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Berdine's Corner

Stay Black and Proud

by Kenney X. Dennard

berdine dennard
Berdine Dillard Dennard

Life Lessons from a Matriarch

The Dennard Family
Debbie, Herbert, Roy, Berdine and Kenney

I'm Black and I'm Proud.

I've been saying that loud for years. It wasn't something I got from a book although I have read a lot on Black History. It’s not something that I learned in school because sadly, my mostly Black school taught very little on Black History with exception of my 8th grade history teacher, Mr. Willie Hill. Most times if anything we had an extra credit black history assignment; a book report or something. Most of the Black history I received and the Black pride that was instilled in me started at home with my parents and continued once the music that I loved at the time went through a pro black phase.

Today I am looked at weirdly by many of my own people because they weren't taught these values at all. They have been programed by today's society. They grew up on reality TV, subliminal self hatred through TV shows, commercials and music. So when I go into one of my zones of speaking about Black History or self preservation for the Black race, they think I'm going way overboard. I hate that.

Years ago, my father was one of the most pro black men I knew. Our home was filled with African sculptures, Black Art and pictures of Black Jesus. The first book I can remember reading was a child's Jackie Robinson book. I was about 6. My sunday school books were filled with pictures of Blacks in the Bible. We watched movies like, "Green Pastures," that showed Black angels in the Bible's days flying around heaven. Every Martin Luther King Day, even when it wasn't a holiday, we marched in the streets of Macon and then attended a rally at one of the local churches.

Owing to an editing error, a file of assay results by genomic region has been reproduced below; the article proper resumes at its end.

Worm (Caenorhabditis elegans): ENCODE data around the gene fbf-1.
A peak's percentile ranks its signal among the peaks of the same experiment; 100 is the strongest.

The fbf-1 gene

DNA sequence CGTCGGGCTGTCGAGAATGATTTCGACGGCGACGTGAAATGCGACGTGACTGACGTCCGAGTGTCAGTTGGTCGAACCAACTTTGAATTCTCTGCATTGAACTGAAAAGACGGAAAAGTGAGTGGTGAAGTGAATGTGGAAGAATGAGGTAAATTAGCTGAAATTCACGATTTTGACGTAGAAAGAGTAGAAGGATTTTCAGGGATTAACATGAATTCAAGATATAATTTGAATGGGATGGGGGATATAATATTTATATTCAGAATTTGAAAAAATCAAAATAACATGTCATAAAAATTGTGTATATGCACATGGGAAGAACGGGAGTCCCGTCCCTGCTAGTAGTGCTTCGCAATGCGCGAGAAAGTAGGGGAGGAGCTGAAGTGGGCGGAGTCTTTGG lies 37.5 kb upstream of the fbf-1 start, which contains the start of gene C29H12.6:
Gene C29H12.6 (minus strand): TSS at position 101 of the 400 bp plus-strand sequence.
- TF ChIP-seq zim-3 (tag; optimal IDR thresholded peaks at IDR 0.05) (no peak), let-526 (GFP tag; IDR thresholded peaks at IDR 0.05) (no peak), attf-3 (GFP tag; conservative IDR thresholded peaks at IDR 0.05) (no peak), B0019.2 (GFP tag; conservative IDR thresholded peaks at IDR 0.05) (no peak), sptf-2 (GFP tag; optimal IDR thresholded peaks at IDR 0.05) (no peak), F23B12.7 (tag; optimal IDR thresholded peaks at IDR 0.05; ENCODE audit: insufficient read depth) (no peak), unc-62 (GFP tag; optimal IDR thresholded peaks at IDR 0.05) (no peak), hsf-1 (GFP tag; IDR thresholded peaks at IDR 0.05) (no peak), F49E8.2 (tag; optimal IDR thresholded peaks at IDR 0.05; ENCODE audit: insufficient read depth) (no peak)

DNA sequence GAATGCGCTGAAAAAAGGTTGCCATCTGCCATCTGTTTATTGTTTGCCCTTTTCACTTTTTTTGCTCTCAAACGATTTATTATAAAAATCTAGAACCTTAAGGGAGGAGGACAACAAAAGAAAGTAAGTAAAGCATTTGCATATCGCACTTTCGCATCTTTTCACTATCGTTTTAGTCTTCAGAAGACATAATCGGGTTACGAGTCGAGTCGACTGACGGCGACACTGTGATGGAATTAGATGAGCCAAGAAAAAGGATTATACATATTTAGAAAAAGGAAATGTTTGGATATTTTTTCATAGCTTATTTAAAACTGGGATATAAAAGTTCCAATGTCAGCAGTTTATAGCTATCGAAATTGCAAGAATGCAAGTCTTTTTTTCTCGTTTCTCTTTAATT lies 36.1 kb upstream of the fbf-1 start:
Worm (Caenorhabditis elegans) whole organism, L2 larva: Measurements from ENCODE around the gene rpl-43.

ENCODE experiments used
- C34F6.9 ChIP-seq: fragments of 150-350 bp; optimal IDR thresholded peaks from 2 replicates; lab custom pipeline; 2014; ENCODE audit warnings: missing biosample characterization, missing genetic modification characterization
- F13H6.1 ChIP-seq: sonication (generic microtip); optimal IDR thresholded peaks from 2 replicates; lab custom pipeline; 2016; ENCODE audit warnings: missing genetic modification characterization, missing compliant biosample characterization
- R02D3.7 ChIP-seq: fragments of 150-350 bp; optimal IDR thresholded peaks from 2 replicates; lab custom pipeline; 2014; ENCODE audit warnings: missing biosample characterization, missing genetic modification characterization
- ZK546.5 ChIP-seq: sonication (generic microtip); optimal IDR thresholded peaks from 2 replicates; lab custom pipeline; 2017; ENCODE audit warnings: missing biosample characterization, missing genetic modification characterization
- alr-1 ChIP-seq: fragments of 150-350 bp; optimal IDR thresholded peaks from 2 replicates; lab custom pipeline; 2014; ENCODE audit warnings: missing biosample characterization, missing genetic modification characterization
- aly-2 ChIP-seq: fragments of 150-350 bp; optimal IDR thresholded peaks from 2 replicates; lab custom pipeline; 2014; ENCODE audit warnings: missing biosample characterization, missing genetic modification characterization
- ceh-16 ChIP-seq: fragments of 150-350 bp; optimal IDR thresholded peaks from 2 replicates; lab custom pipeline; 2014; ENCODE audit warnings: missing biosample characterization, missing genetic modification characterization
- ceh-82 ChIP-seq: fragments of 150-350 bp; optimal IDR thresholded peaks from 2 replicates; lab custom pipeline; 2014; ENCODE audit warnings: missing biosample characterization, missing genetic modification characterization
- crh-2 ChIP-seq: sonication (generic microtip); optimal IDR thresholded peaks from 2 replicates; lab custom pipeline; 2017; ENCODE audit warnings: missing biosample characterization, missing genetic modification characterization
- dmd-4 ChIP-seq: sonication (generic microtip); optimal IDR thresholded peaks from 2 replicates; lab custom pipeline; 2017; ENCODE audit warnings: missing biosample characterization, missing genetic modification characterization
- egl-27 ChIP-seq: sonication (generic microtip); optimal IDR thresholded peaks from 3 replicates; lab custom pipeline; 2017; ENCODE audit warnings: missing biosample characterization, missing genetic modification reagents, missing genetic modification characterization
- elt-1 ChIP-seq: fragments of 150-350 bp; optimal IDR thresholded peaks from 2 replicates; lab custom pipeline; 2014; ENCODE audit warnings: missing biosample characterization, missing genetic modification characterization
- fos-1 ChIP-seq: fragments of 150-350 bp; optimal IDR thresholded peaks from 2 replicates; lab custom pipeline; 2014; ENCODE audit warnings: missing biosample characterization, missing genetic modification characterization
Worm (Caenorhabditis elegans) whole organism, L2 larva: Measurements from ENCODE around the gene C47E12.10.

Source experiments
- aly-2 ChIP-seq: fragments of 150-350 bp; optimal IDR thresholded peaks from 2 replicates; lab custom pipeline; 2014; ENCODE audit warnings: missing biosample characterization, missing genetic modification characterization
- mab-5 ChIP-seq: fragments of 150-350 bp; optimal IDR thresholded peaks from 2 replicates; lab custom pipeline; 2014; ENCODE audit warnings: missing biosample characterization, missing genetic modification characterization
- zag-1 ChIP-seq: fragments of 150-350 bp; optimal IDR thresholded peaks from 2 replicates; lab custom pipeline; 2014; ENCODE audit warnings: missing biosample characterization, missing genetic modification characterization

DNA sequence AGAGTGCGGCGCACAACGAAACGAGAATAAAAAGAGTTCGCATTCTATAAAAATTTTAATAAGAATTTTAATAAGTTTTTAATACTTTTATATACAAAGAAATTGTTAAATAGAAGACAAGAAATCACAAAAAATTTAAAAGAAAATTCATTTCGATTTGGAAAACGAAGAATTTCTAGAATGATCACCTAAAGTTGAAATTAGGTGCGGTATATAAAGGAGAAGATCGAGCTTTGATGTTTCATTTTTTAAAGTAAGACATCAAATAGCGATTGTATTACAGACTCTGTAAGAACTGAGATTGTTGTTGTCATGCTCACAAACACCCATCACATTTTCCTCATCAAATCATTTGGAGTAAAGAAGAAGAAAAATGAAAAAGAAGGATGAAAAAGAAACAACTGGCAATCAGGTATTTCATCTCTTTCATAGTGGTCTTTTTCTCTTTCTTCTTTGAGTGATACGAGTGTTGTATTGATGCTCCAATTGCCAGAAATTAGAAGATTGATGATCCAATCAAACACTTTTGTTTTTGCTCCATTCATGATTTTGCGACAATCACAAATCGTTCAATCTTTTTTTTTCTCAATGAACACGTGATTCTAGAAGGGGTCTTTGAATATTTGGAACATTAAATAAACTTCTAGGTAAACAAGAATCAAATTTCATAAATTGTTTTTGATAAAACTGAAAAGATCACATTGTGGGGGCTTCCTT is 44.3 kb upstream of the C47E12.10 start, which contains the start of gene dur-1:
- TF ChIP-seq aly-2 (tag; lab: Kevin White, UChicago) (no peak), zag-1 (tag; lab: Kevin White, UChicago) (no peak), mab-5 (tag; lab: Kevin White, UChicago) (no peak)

My mother was just as pro black. Although my dad was out in the public making an example for me to follow, my mother, Berdine Dennard was home going over my homework and when it came to history, teaching me things that the books didn't. It was through my mother that I learned who Nat Turner was, Who Marcus Garvey was and how low down J. Edgar Hoover was. I can remember sitting listening to her explain how it was when blacks in Macon and Bibb County boycotted the bus system along with the rest of the south during the Montgomery Bus Boycott. I remember the stories about the pride in the Black community when Jackie Robinson was knocking baseballs out of the park.

It is not a bad thing to be pro black although many of us today seem to think so. I have heard Black people say so with my own ears. A woman in particular told me that she didn’t want her children to be taught all this black stuff. She preferred that they just learn what’s in our normal history books. She said she didn’t want her kids to end up militant. Why is it that when whites are deep into their history they are patriotic but when Blacks are big on learning their culture and history they are militant?

This is a problem.

Over the last 50 years we have been conditioned to be where we are right now. President Lydon Johnson signed the Civil Rights Bill but still called and considered Blacks niggers. Do you not think there was no plan B for the United States government once we got our rights? One out of the many problems Black people in this country have is we just go along with whatever they tell us. Things are always much deeper than they seem. The prison system didn't fill up with Blacks following the Civil Rights movement by coincidence. Whites didn't flock to private schools and leave almost all black schools in the inner city by accident. Sometimes you have to read in between the lines and act accordingly. I learned this first by my mother.

One of the many things in life that I am proud of is being birthed by two great parents and having my eyes opened to what is right in front of them. Because of the two of them, in 2015, I am still very Black and Proud and hope to teach others that don’t have a clue along the way of my journey of life.


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